Young worker safety – Tiffany’s storyOn March 7, 2020 by Raul Dinwiddie
Where I worked I basically peeled
potatoes, and then at the end of the day would clean machines. Nobody had a
particular spot on where they cleaned; it was just wherever you got was where you
got. And this day, nobody was cleaning the auger so I though, “Oh, my turn I guess. I’ll go
do it.” And I was cleaning inside there and it was turned on.
Well my arms were inside. I don’t know whether somebody’s reached over and has
hit the wrong button because they were all on the same switchboard. All I remember
is it coming on and thinking, “Oh no, this ain’t good.” Because it spins, my arm has
spun up inside it, and then I’ve reacted and stuck my left hand in to try and
pull my right arm out, and it got caught as well. And I just see blood and flesh and stuff
going down my arms, and I remember screaming and somebody coming over and
turning the machine off. They had to have somebody hold me until the fire brigade
and stuff turned up. I was caught in the machine for 40 minutes. It felt like it was forever. As
good as on her deathbed. She was busted. Tiffany’s mother and I were on our 25th
wedding anniversary, we were in Boulia, which is about two hours south of Mount Isa. And I got a phone call and it was the surgeon. He said because she’ll be
unconscious when they bring her in, you’re the next in line,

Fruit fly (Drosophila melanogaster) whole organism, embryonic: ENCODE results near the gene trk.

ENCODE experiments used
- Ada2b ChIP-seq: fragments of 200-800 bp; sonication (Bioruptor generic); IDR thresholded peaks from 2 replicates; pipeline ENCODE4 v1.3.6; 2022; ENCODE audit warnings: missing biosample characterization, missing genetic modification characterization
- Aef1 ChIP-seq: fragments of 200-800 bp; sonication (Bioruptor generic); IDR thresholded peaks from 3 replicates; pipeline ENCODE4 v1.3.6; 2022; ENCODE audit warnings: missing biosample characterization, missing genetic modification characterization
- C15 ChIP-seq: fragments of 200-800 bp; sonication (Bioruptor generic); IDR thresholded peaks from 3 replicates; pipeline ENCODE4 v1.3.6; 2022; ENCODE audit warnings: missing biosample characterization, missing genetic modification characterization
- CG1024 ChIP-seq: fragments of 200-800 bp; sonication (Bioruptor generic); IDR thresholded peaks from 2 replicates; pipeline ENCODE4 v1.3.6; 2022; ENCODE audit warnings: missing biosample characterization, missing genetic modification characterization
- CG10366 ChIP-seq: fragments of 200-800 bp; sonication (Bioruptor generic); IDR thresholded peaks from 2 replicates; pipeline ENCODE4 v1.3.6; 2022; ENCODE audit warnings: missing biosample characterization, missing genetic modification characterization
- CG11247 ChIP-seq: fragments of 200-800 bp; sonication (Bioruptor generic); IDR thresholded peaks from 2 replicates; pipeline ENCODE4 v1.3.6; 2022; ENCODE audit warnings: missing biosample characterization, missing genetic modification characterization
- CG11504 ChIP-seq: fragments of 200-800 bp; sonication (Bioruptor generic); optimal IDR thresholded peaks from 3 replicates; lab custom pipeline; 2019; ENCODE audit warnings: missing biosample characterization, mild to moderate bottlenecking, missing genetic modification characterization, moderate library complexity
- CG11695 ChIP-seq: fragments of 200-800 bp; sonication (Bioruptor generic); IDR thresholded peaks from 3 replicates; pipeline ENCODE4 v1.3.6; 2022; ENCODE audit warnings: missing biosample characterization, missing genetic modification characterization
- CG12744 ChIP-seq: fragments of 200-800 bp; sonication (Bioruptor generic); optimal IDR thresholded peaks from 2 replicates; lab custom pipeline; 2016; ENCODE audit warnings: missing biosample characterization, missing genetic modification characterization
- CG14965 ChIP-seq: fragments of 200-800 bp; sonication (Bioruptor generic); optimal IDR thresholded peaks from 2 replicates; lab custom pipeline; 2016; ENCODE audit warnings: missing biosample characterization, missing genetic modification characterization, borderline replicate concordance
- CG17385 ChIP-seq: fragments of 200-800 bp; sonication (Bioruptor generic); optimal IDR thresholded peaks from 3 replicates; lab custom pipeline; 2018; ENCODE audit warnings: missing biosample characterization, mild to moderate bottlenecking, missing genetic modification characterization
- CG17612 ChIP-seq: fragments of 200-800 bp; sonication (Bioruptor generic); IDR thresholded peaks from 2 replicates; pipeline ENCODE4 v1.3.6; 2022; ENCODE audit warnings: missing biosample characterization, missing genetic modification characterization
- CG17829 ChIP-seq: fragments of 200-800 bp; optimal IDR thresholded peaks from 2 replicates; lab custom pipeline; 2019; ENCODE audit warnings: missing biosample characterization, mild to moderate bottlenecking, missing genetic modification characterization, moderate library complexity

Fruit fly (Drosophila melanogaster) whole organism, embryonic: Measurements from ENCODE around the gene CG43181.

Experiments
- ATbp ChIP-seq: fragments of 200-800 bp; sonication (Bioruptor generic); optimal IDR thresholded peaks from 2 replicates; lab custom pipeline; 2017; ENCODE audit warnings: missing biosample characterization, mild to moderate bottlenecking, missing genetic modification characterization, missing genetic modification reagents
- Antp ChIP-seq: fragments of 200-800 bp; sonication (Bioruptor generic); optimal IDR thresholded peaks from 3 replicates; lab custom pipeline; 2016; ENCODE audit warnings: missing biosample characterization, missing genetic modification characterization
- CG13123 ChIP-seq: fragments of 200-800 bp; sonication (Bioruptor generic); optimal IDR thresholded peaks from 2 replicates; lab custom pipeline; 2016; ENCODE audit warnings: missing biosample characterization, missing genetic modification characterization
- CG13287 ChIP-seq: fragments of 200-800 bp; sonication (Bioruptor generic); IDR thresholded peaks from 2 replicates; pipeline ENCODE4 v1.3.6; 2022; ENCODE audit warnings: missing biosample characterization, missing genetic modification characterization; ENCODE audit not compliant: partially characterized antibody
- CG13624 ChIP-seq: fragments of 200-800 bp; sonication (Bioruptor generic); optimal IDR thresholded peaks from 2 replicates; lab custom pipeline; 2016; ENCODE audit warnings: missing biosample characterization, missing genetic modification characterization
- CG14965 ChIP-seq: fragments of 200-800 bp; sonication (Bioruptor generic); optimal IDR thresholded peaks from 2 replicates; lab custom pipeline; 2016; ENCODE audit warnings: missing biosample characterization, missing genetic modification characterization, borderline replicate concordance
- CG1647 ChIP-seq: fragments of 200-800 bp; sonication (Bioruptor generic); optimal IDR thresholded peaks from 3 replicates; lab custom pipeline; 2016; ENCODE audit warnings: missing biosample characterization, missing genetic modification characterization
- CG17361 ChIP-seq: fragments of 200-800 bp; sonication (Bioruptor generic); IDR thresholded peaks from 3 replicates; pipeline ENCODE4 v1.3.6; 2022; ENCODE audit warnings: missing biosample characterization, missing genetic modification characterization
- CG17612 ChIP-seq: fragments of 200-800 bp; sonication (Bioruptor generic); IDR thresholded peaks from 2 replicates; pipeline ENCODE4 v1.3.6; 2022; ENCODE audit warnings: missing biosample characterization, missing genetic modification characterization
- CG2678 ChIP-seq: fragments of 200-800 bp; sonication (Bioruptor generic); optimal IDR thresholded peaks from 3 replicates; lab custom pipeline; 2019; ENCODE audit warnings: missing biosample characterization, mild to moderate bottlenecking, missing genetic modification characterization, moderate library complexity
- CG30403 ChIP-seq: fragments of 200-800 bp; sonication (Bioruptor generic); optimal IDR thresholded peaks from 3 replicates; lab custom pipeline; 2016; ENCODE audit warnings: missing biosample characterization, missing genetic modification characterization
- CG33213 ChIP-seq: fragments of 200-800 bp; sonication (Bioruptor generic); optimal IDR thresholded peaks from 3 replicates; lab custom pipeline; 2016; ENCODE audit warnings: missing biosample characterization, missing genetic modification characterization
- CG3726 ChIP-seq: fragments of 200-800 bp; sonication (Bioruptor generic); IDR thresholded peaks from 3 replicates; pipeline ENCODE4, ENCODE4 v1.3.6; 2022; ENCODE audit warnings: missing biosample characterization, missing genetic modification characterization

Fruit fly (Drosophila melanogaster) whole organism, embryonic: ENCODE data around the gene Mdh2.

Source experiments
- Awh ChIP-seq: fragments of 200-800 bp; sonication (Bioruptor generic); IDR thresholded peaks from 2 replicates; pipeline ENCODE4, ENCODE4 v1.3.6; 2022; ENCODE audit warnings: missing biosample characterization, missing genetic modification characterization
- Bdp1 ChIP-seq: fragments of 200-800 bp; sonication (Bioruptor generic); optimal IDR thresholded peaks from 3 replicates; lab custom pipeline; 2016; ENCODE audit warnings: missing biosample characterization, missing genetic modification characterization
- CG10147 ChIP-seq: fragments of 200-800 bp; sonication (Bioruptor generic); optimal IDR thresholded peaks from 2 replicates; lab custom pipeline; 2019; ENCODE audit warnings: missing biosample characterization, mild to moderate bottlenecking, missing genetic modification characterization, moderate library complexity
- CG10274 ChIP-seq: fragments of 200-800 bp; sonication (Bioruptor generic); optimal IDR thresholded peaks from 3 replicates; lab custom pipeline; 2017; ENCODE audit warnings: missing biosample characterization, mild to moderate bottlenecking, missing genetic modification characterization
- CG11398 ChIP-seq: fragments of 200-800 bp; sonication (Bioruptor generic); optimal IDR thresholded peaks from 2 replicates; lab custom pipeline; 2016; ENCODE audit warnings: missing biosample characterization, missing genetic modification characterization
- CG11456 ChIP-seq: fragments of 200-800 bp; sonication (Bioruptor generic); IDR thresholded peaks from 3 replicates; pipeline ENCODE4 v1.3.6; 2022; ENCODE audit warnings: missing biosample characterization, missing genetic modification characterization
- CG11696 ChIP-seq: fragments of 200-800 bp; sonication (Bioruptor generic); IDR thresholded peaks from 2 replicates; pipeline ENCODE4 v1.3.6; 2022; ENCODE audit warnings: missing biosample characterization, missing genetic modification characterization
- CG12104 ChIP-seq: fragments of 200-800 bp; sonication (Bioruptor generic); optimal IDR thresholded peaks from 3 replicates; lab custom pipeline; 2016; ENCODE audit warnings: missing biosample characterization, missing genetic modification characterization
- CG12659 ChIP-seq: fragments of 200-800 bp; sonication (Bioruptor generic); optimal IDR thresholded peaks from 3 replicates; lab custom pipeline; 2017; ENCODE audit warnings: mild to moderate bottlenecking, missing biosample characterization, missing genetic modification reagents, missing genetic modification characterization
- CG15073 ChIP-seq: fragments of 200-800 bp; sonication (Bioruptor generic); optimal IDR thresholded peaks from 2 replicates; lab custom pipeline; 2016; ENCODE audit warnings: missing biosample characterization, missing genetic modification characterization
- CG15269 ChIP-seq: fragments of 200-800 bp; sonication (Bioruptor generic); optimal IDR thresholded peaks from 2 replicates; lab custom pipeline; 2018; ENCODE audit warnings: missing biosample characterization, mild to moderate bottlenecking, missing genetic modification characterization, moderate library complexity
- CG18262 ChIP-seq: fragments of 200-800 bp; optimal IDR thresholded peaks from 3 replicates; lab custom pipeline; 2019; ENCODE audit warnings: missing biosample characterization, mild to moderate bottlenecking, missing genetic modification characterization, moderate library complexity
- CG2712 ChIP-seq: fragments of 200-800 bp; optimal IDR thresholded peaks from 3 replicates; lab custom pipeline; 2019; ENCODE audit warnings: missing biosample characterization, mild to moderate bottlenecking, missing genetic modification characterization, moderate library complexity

can I give them permission to cut her arm off. I said, “Mate, I don’t care what
you do, you just keep her alive. We’ll be there in the morning.”
Gut-wrenching. Absolutely gut-wrenching, just to see your little sister,
only 18, tubes all down her throat, everything just to keep her alive. Anytime you hear your daughter or a family member’s had accident, you know,
of course you think the worst. And then when you get a phone call to say you’ve
got to give permission to cut your daughter’s arm off, at 18 years old, it’s
not the best feeling. Dad and Matt both struggled. I could see,
you know, they’d come in and they’re wanting to be there to support
me and stuff, but I know it was hard for them. That first day we seen her, I nearly
passed out there and then. Felt like I was gonna throw up and got real light-headed and had to sit down and just chill out for a bit. Then she woke up and the
first question she asked me was, “If you’re gonna go, go now.” I said to him, “If you’re
not gonna be able to handle me either having one arm or all the scars and